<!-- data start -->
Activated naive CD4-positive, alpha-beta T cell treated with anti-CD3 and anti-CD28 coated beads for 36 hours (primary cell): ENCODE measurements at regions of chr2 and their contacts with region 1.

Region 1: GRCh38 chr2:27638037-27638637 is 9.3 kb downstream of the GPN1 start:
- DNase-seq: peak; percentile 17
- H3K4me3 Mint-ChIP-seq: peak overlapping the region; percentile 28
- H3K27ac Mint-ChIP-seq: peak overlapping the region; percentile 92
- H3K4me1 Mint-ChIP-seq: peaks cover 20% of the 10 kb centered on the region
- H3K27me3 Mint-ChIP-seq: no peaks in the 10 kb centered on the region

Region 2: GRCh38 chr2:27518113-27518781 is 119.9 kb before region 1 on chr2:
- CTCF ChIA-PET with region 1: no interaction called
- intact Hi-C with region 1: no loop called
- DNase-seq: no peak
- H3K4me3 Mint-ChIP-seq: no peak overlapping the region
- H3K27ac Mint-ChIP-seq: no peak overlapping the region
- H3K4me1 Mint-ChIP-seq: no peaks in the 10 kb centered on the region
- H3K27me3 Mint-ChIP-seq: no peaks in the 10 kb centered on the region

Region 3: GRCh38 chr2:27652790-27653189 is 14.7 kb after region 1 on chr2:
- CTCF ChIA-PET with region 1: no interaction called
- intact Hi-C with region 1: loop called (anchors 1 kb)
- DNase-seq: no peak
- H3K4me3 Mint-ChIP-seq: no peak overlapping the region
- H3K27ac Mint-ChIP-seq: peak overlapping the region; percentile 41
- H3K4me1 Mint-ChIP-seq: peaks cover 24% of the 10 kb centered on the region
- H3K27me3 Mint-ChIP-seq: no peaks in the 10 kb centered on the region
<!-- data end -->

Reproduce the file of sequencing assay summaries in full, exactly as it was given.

Activated naive CD4-positive, alpha-beta T cell treated with anti-CD3 and anti-CD28 coated beads for 36 hours (primary cell): ENCODE measurements at regions of chr2 and their contacts with region 1.

Region 1: GRCh38 chr2:27638037-27638637 is 9.3 kb downstream of the GPN1 start:
- DNase-seq: peak; percentile 17
- H3K4me3 Mint-ChIP-seq: peak overlapping the region; percentile 28
- H3K27ac Mint-ChIP-seq: peak overlapping the region; percentile 92
- H3K4me1 Mint-ChIP-seq: peaks cover 20% of the 10 kb centered on the region
- H3K27me3 Mint-ChIP-seq: no peaks in the 10 kb centered on the region

Region 2: GRCh38 chr2:27518113-27518781 is 119.9 kb before region 1 on chr2:
- CTCF ChIA-PET with region 1: no interaction called
- intact Hi-C with region 1: no loop called
- DNase-seq: no peak
- H3K4me3 Mint-ChIP-seq: no peak overlapping the region
- H3K27ac Mint-ChIP-seq: no peak overlapping the region
- H3K4me1 Mint-ChIP-seq: no peaks in the 10 kb centered on the region
- H3K27me3 Mint-ChIP-seq: no peaks in the 10 kb centered on the region

Region 3: GRCh38 chr2:27652790-27653189 is 14.7 kb after region 1 on chr2:
- CTCF ChIA-PET with region 1: no interaction called
- intact Hi-C with region 1: loop called (anchors 1 kb)
- DNase-seq: no peak
- H3K4me3 Mint-ChIP-seq: no peak overlapping the region
- H3K27ac Mint-ChIP-seq: peak overlapping the region; percentile 41
- H3K4me1 Mint-ChIP-seq: peaks cover 24% of the 10 kb centered on the region
- H3K27me3 Mint-ChIP-seq: no peaks in the 10 kb centered on the region